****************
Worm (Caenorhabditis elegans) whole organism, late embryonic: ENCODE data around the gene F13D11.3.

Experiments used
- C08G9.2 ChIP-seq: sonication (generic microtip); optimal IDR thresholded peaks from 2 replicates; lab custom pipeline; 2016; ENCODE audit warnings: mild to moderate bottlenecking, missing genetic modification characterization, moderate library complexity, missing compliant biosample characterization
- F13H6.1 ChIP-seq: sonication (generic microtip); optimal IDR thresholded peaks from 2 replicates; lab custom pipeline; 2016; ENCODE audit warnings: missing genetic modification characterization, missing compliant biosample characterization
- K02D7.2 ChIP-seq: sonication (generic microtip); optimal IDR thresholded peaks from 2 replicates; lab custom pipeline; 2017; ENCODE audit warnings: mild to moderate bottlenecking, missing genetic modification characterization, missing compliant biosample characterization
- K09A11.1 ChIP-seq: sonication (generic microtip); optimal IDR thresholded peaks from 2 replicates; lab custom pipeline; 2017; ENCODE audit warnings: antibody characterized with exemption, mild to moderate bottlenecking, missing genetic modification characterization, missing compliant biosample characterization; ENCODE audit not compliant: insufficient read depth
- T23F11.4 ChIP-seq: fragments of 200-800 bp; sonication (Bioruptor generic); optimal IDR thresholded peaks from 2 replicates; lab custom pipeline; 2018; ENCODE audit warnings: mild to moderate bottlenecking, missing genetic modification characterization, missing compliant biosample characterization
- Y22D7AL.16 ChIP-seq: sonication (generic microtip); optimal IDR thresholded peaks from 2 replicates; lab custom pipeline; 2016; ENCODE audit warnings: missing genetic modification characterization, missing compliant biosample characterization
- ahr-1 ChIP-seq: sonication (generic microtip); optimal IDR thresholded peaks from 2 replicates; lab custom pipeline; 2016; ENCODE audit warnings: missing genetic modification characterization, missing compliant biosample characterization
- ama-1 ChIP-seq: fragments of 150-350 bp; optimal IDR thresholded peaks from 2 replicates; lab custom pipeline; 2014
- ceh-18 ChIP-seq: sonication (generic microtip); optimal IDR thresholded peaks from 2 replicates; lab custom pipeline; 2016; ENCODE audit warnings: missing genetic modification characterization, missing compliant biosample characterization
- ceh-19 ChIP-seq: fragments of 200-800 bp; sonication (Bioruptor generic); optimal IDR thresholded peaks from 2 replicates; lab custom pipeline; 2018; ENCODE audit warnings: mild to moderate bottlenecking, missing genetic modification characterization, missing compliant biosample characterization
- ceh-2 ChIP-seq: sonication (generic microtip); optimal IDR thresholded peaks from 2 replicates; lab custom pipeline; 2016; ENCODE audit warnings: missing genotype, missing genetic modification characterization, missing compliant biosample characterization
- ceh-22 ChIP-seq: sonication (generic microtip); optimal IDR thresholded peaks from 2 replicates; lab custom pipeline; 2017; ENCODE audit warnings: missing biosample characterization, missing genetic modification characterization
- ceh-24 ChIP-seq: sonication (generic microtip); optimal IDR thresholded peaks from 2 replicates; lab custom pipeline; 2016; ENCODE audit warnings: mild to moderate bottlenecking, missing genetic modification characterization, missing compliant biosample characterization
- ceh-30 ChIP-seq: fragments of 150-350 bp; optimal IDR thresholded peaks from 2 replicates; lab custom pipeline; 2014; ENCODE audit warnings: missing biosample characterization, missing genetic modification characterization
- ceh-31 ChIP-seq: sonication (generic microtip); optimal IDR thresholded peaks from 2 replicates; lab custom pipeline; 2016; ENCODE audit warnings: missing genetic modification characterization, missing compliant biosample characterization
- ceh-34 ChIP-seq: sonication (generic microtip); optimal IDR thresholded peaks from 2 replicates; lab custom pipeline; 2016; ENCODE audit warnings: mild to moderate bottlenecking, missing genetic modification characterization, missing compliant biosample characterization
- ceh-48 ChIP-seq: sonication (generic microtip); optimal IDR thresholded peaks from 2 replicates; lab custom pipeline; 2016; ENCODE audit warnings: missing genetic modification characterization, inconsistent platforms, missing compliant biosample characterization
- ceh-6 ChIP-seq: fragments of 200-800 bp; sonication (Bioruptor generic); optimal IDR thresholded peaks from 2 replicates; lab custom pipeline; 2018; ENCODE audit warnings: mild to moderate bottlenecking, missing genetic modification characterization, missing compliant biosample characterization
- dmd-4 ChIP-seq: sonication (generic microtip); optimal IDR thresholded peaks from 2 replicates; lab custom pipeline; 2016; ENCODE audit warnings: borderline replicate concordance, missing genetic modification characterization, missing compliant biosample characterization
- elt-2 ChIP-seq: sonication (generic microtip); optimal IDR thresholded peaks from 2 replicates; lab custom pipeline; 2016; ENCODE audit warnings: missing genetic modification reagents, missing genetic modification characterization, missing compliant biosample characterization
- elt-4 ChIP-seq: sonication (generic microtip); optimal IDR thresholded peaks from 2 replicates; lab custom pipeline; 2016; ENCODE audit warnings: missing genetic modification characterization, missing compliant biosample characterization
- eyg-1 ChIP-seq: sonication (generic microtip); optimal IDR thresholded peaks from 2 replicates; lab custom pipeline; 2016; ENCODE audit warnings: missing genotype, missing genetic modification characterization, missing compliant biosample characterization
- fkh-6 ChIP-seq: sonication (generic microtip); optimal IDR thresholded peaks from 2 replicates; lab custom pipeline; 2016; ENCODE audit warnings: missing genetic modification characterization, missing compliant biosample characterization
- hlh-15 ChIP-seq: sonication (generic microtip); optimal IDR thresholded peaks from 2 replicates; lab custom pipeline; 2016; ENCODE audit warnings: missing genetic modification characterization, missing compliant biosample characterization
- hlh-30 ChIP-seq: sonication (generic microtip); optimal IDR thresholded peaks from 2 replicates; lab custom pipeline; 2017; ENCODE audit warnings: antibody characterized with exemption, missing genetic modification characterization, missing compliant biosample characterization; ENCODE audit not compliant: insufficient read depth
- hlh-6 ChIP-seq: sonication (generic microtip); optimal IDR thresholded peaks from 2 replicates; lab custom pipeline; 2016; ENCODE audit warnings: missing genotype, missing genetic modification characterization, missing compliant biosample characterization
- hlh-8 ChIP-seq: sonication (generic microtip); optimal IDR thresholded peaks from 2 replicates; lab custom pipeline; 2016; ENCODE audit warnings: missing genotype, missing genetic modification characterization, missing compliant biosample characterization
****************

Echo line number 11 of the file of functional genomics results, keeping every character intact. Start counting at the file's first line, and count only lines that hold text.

- ceh-18 ChIP-seq: sonication (generic microtip); optimal IDR thresholded peaks from 2 replicates; lab custom pipeline; 2016; ENCODE audit warnings: missing genetic modification characterization, missing compliant biosample characterization